Another route that would come up I-5 also includes a station at Pepper Canyon Hall. But that route then makes a sharp loop around Sixth College, crosses I-5 again and reaches the East Campus, with a stop near the Thornton Medical Center. It then continues along the Mesa graduate student apartments to Executive Drive and then on to the UTC shopping center.
That proposal has the advantage of avoiding Voigt Drive, which is both busy and narrow, Gregory said. But the sharp turn might wear out the trolley faster. Also, putting the east campus station at the medical center makes it more difficult for community members who would like to use the trolley to access Scripps Memorial Hospital or Preuss, he said.
Another proposed route would enter the campus from Genesee Avenue, through Executive Drive, with a stop near the medical center. It would then cross a bridge atop I-5 then enter the west campus through Rose Canyon, with a final stop at Pepper Canyon.
This proposal has been criticized by several groups for the environmental impact it would have on Rose Canyon. It also wouldn’t include a station at Nobel Drive, an area where many students live, Gregory said. But it is the quietest way to enter campus, he also pointed out.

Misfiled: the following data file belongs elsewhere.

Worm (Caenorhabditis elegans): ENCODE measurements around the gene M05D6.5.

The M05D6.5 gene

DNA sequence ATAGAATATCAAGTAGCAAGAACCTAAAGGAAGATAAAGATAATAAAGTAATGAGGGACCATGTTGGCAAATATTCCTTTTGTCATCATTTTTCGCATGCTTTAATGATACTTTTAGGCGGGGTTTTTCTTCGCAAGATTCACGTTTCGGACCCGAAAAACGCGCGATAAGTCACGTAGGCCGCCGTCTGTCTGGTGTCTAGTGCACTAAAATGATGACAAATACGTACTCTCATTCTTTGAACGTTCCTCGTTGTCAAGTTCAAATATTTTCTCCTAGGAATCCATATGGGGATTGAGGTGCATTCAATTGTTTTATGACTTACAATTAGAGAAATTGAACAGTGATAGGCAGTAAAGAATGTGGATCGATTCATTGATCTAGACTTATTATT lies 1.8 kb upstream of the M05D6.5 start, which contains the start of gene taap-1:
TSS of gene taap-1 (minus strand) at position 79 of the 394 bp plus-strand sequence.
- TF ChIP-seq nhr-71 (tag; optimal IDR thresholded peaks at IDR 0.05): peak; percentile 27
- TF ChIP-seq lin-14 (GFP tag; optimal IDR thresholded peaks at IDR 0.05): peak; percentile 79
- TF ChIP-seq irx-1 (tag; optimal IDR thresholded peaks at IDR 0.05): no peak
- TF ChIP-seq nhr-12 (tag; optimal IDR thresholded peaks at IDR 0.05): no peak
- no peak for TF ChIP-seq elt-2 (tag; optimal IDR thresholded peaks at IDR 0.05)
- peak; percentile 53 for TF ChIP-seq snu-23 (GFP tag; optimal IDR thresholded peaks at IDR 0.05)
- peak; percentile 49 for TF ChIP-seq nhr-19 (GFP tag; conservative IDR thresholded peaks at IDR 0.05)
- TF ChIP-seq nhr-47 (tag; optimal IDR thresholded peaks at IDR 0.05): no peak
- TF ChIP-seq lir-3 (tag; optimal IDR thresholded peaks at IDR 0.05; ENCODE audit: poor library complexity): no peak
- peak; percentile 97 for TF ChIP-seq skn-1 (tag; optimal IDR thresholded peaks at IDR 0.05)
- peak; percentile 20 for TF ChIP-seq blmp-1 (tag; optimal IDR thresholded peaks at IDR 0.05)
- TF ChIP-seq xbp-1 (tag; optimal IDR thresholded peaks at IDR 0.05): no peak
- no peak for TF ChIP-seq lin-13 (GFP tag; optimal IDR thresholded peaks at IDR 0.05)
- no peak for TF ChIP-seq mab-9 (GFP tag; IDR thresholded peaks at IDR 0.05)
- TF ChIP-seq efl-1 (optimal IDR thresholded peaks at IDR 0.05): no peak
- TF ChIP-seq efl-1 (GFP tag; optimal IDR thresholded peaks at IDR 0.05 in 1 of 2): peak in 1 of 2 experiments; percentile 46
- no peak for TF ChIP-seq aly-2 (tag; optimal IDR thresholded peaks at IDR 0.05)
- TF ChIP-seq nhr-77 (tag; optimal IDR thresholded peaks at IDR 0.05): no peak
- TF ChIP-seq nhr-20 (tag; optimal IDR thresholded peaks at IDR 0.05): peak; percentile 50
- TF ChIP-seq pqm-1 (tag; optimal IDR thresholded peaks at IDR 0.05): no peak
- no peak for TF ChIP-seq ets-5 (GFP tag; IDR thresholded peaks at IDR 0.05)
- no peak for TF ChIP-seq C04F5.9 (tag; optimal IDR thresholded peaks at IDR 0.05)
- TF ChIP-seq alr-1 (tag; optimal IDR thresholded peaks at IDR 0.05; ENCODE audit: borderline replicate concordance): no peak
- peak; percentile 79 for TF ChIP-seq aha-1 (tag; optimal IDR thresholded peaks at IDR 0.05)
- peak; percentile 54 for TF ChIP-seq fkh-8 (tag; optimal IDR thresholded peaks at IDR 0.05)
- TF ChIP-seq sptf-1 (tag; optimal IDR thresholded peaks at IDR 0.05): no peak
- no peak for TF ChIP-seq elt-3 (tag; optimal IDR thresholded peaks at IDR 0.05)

One proposed route would run along Interstate 5, Voigt Drive or further south, then along Genesee Avenue.
Click on image to enlarge it.
Another proposed route would make a loop around Sixth College before going on to the UCSD Medical Center and joining with Executive Drive.
Click on image to enlarge it.
A third proposed route would enter the campus from the east, along Genessee Avenue, Executive Drive, through the medical center, then Rose Canyon.
Click on image to enlarge it.